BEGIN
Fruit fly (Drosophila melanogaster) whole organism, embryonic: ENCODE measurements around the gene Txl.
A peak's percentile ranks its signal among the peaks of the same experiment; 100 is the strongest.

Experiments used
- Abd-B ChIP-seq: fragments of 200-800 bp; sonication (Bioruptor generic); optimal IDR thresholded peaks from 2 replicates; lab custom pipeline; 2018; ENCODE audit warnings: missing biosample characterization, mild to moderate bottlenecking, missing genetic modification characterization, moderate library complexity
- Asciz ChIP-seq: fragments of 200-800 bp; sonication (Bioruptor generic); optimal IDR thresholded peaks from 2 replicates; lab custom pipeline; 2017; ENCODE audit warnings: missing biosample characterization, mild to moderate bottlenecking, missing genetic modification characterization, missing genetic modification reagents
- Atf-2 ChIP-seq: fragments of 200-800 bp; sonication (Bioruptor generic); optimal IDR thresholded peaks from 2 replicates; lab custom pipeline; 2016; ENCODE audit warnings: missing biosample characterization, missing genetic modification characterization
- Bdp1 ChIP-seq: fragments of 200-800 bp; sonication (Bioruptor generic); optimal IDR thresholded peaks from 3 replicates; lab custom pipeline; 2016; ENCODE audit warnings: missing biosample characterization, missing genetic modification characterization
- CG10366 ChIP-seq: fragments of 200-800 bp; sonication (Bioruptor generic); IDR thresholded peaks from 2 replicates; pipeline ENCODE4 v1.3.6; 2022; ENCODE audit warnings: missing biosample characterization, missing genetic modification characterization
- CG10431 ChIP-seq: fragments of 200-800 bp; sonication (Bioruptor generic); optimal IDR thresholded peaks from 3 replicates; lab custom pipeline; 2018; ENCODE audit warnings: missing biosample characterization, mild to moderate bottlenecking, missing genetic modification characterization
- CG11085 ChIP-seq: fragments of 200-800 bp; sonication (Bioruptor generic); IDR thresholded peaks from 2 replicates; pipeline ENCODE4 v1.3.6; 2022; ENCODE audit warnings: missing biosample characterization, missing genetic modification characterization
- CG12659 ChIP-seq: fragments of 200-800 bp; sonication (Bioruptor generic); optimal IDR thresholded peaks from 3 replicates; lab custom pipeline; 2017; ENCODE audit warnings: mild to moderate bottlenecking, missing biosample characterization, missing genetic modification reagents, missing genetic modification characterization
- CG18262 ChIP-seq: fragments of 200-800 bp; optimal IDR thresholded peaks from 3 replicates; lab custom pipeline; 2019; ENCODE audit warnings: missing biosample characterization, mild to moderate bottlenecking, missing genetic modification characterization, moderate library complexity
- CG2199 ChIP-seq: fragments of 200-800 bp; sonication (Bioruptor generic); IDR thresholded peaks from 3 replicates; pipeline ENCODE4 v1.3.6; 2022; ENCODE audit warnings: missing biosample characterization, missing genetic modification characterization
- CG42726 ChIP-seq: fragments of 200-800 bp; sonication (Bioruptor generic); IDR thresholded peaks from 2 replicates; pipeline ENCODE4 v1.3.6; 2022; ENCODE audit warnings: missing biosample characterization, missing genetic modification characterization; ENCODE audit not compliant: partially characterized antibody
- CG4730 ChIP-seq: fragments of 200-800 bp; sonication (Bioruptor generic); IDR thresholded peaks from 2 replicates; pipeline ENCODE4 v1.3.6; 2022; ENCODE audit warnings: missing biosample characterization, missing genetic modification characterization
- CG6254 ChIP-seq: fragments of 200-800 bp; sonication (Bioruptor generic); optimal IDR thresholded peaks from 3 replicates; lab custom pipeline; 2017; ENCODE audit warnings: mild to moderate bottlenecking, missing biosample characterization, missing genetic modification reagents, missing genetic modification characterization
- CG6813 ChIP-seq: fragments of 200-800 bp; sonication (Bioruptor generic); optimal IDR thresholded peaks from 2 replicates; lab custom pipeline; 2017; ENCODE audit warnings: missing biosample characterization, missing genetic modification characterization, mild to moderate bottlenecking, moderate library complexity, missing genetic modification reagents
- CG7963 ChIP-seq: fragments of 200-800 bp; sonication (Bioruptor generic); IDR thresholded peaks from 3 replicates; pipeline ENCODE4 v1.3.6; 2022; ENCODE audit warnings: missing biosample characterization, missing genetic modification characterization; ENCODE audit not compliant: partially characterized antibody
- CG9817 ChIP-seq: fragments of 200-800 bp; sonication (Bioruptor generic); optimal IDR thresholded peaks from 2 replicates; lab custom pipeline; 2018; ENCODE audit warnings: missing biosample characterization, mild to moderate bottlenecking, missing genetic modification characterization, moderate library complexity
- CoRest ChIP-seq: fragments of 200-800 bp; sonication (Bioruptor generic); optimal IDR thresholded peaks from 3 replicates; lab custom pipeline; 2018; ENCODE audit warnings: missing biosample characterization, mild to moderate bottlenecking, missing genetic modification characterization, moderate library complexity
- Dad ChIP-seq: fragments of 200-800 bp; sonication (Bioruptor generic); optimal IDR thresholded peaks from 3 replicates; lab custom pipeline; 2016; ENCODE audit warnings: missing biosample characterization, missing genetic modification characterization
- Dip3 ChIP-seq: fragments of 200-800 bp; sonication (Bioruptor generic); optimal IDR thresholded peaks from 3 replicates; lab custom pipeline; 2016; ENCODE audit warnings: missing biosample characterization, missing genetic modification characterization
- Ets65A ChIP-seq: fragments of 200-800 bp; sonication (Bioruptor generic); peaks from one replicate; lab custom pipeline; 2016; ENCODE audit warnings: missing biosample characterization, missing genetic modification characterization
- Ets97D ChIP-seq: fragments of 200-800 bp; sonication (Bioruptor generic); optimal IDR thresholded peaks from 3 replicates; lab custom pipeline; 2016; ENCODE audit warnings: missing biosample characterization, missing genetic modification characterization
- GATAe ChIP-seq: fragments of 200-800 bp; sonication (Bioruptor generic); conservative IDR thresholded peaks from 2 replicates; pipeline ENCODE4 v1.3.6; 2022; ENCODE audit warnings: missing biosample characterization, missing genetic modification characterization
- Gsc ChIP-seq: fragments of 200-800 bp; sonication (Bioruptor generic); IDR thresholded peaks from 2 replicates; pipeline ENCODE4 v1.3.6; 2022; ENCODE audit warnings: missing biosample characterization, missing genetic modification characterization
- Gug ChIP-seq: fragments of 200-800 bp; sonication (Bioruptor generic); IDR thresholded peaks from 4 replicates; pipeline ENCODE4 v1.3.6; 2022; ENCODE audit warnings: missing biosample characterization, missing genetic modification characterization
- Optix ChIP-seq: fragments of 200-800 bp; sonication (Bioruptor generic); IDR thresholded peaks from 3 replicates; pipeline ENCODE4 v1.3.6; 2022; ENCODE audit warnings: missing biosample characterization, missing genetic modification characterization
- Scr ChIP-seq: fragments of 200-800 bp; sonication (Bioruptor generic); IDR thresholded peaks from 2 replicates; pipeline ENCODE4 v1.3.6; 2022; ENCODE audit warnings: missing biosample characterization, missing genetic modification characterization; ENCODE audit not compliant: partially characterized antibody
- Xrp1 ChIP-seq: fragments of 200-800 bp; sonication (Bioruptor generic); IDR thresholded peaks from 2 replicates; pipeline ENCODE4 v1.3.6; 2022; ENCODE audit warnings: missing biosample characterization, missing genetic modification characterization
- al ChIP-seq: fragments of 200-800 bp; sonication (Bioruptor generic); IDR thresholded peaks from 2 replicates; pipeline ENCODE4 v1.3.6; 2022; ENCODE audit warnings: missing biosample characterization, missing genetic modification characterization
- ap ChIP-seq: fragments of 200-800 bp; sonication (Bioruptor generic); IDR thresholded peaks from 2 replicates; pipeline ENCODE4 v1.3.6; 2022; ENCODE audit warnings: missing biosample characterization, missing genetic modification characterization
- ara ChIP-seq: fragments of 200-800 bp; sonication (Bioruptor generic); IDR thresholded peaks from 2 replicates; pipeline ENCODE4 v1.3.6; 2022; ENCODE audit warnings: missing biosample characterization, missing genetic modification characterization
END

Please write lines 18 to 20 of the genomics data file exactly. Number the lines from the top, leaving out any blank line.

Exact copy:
- CG7963 ChIP-seq: fragments of 200-800 bp; sonication (Bioruptor generic); IDR thresholded peaks from 3 replicates; pipeline ENCODE4 v1.3.6; 2022; ENCODE audit warnings: missing biosample characterization, missing genetic modification characterization; ENCODE audit not compliant: partially characterized antibody
- CG9817 ChIP-seq: fragments of 200-800 bp; sonication (Bioruptor generic); optimal IDR thresholded peaks from 2 replicates; lab custom pipeline; 2018; ENCODE audit warnings: missing biosample characterization, mild to moderate bottlenecking, missing genetic modification characterization, moderate library complexity
- CoRest ChIP-seq: fragments of 200-800 bp; sonication (Bioruptor generic); optimal IDR thresholded peaks from 3 replicates; lab custom pipeline; 2018; ENCODE audit warnings: missing biosample characterization, mild to moderate bottlenecking, missing genetic modification characterization, moderate library complexity